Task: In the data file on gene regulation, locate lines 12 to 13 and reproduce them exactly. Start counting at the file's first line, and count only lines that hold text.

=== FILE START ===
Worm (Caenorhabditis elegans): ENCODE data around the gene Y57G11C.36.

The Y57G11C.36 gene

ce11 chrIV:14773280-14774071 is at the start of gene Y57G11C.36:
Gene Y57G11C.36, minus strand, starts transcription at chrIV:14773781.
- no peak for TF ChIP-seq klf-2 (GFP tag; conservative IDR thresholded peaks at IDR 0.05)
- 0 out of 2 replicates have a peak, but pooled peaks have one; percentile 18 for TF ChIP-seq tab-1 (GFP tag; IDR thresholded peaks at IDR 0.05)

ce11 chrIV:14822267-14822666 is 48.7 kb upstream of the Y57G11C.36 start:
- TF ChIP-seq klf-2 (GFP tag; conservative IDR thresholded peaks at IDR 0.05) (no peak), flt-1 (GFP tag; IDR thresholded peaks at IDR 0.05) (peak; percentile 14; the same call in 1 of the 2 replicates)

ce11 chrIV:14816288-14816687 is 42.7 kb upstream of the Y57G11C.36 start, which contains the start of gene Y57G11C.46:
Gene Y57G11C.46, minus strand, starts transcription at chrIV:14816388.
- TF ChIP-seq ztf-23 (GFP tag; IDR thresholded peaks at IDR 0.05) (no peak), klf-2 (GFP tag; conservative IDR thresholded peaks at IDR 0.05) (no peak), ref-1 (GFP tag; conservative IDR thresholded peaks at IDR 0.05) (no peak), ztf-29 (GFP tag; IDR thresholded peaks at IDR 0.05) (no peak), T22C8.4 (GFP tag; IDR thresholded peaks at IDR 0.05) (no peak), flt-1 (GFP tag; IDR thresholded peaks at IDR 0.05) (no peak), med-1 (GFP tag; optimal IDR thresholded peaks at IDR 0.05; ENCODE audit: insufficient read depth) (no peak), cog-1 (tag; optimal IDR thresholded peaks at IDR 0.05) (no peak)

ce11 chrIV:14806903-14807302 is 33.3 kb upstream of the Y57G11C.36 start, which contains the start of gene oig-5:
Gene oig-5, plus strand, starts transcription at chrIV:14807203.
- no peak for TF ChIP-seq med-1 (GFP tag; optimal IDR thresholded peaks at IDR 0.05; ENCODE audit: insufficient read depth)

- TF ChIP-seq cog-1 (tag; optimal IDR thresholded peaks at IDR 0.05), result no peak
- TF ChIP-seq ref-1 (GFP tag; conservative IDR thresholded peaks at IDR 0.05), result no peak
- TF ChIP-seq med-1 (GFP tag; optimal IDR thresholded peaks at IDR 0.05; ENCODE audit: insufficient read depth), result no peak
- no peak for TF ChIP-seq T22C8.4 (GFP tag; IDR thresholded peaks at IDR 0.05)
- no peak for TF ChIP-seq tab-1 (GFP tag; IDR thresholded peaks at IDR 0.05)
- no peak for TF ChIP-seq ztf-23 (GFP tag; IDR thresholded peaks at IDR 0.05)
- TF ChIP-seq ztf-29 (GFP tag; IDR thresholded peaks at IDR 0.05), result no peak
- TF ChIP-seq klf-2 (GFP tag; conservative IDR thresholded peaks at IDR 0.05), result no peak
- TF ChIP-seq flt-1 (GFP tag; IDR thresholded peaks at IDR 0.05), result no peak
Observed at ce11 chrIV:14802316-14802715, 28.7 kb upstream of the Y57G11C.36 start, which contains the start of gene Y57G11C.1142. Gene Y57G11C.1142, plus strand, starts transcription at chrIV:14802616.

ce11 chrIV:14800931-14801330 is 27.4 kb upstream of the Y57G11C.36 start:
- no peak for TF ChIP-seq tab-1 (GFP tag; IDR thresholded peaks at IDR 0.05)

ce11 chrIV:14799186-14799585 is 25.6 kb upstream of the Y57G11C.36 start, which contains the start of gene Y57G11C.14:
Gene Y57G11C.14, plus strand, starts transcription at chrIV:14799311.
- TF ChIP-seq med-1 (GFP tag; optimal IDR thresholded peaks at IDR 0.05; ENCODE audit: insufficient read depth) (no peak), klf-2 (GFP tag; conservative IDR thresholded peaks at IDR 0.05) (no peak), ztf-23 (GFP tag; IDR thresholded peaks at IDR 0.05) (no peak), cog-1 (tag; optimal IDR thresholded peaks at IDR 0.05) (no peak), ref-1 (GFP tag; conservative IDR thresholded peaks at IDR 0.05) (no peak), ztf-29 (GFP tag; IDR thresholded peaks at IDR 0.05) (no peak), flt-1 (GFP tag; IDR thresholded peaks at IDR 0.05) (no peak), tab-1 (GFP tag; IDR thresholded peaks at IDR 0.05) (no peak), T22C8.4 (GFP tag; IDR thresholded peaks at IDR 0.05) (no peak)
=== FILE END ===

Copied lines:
ce11 chrIV:14806903-14807302 is 33.3 kb upstream of the Y57G11C.36 start, which contains the start of gene oig-5:
Gene oig-5, plus strand, starts transcription at chrIV:14807203.